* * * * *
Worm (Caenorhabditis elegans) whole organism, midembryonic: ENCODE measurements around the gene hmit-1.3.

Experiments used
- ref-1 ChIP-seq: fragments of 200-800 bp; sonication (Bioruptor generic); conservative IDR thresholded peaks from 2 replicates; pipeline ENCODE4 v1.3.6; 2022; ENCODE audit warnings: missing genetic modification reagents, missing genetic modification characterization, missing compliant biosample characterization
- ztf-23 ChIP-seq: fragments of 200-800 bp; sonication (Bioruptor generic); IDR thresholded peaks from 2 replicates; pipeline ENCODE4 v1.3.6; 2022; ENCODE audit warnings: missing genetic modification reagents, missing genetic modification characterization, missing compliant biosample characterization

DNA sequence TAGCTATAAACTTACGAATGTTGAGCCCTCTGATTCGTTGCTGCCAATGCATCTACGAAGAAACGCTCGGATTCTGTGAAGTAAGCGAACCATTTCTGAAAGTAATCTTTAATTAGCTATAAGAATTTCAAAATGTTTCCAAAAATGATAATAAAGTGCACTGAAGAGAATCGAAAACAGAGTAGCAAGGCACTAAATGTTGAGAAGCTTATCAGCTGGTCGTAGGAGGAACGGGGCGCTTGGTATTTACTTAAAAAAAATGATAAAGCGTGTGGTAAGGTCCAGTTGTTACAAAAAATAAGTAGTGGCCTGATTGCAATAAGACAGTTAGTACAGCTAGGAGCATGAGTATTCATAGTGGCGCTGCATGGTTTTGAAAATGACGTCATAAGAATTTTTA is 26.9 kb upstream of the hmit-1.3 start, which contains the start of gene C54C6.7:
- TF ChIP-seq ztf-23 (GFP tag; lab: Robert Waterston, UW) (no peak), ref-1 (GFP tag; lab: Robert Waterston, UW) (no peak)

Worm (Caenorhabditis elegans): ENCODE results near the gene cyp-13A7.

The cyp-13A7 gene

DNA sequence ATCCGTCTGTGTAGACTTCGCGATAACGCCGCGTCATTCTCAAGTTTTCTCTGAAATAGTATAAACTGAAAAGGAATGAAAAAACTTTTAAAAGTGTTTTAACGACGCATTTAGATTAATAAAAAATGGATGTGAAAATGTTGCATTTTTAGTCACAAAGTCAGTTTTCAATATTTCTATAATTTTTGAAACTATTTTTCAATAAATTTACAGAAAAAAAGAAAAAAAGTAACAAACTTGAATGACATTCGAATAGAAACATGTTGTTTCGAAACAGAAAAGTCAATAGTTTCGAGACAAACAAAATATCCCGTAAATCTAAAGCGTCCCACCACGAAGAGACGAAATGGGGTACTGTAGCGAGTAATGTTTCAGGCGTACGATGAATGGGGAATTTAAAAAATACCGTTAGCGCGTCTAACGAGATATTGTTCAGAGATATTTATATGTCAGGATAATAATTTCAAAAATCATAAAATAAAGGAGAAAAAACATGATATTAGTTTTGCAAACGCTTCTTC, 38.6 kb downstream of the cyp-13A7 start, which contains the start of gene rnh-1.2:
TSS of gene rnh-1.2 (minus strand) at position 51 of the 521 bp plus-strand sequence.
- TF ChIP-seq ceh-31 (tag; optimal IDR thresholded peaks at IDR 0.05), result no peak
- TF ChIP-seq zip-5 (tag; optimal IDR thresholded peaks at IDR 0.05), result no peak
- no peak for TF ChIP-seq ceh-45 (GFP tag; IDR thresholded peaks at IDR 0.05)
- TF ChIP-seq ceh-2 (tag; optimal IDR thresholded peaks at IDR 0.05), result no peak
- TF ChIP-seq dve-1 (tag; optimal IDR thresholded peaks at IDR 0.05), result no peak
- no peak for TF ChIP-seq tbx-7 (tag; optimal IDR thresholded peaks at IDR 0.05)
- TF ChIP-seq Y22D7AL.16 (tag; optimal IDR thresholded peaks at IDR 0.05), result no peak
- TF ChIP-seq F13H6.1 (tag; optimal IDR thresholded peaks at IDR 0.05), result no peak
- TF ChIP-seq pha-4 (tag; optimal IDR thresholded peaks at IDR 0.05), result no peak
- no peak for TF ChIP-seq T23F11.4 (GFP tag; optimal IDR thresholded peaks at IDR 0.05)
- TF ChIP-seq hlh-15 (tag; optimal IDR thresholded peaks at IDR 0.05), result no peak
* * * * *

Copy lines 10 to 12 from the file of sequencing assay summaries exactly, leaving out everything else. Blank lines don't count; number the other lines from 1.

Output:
TSS of gene rnh-1.2 (minus strand) at position 51 of the 521 bp plus-strand sequence.
- TF ChIP-seq ceh-31 (tag; optimal IDR thresholded peaks at IDR 0.05), result no peak
- TF ChIP-seq zip-5 (tag; optimal IDR thresholded peaks at IDR 0.05), result no peak